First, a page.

As much as I’ve attempted to stray from working in a pet care industry throughout my life, believing that a comfortable living and stability could not be found there, I’ve been drawn back incessantly.

I worked as a veterinary technician after graduating from high school in Kansas City, Missouri, and continued in that field as I completed a Bachelor of Arts in Music Performance in New Jersey. Writing was another great love, so I went on to complete a Master of Arts in Communications, and moved from the veterinary industry to writing feature and news stories for my university’s office of public relations. I was a Communications Specialist, as well as a vocalist for an event band (that’s a classier way of saying I was a wedding singer), for eight years.

I continued my work with animals during that time by volunteering at shelters, doing everything from walking difficult dogs to fostering puppies and kittens and rehabilitating those who were ill. I often found myself choosing in favor of saving an animal’s life over advancing myself or making what most would call “responsible” choices; I once missed a job interview because I stopped to catch a Golden Retriever who was running wildly through traffic on a highway, and I was late to my final graduate exam because I had saved an injured kitten (thankfully the Chair of my department was also an animal lover). I still feel those were the right choices, because empathy for another species will always be more important to me than the advancement of an already thriving one.

When I married and moved to NYC, it was October of 2008, and, needless to say, new jobs and weddings with budgets for a band were less than plentiful. So I looked for temporary work, found a position with a successful dog walking and training company and began a career that I unexpectedly loved more than anything else I’d ever done.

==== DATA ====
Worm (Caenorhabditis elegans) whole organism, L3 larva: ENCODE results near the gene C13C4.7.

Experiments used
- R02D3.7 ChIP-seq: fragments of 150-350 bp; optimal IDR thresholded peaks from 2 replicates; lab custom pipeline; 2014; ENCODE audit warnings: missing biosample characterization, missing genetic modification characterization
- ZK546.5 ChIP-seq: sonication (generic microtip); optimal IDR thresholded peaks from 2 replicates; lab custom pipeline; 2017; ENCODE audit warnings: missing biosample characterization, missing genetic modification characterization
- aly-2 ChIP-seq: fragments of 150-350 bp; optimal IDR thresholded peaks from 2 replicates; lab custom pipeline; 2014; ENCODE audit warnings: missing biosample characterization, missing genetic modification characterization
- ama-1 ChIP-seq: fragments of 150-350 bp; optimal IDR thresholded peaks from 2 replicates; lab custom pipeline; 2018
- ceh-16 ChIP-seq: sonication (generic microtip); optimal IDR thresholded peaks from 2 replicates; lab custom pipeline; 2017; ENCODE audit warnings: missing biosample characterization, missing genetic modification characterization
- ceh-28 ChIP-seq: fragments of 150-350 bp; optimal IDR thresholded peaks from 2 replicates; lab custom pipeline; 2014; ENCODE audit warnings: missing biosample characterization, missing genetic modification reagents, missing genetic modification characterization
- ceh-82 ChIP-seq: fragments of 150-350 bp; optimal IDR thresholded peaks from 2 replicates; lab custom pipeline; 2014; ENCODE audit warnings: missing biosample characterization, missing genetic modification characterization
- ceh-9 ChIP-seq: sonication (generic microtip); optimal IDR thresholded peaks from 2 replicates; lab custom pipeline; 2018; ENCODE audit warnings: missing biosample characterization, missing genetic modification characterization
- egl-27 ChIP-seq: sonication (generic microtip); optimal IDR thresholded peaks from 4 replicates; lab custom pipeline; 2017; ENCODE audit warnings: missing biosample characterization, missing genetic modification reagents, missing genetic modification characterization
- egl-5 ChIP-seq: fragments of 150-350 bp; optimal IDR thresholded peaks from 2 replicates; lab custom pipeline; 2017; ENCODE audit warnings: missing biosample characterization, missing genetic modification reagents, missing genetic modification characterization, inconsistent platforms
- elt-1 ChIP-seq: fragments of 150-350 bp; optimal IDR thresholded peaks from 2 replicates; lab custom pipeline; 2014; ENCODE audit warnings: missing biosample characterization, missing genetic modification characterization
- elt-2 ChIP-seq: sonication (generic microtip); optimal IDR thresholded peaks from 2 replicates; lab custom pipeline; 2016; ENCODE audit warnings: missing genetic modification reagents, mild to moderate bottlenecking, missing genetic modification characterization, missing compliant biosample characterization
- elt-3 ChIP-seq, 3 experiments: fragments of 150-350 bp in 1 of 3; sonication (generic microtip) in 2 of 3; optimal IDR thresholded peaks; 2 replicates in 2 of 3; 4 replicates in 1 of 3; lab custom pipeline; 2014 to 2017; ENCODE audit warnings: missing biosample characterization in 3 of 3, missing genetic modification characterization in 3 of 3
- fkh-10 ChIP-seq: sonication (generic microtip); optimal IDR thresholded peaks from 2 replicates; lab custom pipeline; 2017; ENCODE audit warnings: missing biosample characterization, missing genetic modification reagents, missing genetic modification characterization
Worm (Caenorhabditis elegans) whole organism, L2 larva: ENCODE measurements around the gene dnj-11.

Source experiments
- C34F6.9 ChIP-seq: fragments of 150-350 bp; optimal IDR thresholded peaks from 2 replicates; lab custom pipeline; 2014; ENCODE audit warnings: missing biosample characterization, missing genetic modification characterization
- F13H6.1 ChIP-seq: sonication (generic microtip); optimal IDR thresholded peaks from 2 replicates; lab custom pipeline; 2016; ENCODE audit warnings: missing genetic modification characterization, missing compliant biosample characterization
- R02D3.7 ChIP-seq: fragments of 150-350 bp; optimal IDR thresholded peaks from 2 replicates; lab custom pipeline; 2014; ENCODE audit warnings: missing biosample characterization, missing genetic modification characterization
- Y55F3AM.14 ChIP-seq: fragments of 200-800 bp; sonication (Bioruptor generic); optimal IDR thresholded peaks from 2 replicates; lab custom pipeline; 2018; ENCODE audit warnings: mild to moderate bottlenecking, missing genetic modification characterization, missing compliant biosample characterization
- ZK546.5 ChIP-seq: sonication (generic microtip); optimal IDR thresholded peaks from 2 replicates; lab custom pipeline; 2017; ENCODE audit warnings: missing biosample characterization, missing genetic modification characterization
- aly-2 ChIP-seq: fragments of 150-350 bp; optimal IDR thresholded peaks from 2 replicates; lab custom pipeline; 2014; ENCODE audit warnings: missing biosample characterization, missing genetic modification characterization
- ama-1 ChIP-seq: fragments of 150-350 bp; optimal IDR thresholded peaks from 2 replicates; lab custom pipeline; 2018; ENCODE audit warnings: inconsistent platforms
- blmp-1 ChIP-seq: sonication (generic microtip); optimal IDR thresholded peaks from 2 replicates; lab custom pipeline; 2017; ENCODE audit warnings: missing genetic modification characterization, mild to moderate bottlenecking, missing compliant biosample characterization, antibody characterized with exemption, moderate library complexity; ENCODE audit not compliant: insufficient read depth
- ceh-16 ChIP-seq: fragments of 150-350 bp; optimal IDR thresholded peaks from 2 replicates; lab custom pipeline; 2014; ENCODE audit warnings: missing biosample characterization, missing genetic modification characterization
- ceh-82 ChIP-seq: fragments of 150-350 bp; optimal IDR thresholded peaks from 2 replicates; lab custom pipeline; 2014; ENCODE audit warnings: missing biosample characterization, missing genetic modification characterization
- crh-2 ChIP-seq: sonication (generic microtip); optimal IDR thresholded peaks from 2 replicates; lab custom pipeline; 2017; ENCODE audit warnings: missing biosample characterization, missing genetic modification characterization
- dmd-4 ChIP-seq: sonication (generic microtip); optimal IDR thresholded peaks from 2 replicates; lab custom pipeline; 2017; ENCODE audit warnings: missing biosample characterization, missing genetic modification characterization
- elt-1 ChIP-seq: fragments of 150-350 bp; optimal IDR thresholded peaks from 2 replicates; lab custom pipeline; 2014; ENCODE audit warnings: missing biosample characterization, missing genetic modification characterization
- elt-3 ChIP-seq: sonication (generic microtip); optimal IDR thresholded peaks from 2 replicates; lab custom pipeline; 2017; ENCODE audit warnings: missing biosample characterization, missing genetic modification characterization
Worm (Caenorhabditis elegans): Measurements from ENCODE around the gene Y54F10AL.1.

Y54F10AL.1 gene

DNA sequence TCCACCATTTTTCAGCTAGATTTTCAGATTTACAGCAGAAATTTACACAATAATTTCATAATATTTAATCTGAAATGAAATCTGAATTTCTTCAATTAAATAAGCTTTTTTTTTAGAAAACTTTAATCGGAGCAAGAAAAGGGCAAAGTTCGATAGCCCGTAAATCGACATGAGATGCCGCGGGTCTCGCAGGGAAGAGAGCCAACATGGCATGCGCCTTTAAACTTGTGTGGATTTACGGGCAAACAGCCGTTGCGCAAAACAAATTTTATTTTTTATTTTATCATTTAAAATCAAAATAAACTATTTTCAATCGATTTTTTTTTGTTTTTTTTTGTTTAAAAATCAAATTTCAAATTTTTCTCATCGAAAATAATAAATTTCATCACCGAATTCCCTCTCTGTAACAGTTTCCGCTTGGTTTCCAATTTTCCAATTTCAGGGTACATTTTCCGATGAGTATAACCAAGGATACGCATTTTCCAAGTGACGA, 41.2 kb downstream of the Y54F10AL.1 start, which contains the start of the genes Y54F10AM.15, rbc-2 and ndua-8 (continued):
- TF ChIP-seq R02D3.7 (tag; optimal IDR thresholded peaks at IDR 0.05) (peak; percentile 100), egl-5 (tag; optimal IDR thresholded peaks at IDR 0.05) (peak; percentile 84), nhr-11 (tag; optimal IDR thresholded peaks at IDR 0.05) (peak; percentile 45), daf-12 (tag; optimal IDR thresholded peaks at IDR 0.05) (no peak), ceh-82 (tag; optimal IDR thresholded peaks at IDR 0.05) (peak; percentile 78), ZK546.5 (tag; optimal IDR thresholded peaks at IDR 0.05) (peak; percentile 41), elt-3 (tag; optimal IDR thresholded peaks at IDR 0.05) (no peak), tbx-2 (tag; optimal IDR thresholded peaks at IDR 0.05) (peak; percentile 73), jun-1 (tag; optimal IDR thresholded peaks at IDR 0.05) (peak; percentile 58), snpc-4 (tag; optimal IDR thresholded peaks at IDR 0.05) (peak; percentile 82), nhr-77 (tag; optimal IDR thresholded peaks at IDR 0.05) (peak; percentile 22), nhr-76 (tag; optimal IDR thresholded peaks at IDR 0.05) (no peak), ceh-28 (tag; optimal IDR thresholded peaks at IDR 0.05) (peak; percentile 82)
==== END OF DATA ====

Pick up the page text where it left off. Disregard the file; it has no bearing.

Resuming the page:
I’ve now been running my own business for ten years, and I’ve enjoyed a steady stream of loyal, wonderful clients, canine and human alike. I use my years of expertise in virtually every aspect of dog care to full advantage, taking my clients to the vet when their owners are unable and acting as a veterinary liaison of sorts, explaining symptoms with aplomb and weeding out treatments or products that are unnecessary. I do basic training for puppies and training reinforcement for adult dogs, but I don’t charge anything like the typical price of a professional trainer since I feel strongly that one should have a formal dog training education to justify a master trainer’s fee. I was taught to do basic training by a master trainer (the owner of the company with which I began), and I have learned a great deal about pack leadership over the years, so I do add a nominal charge to my usual walk fee for basic training during walks.

Prospective clients do find, from time to time, that I’m too fully booked to accommodate their needs. This is because I am just me. I don’t have a staff, for a host of reasons that really just add up to my being a control freak. But I reject the negative connotation attached to that term, because being a control freak keeps my dogs safe and my clients happy. I’ve seen almost all of my fellow self-employed dog professionals hire employees, only to have to train intensively and then apologize for the mistakes they make. I’m not saying I’m perfect, far from it. But no one else is ever going to be as invested as I am in maintaining such high standards. So, while I would love to be able to care for every single dog whose path I cross, my inability to do so is the cross I have to bear. I will walk a maximum of three dogs at once, because surpassing that number feels unsafe. I would make a goof about cloning, but I lack the Kanye-esque ego that would convince me the world needs more than one of me.

Happy tails!

Jennifer Vaughn-Wiseman

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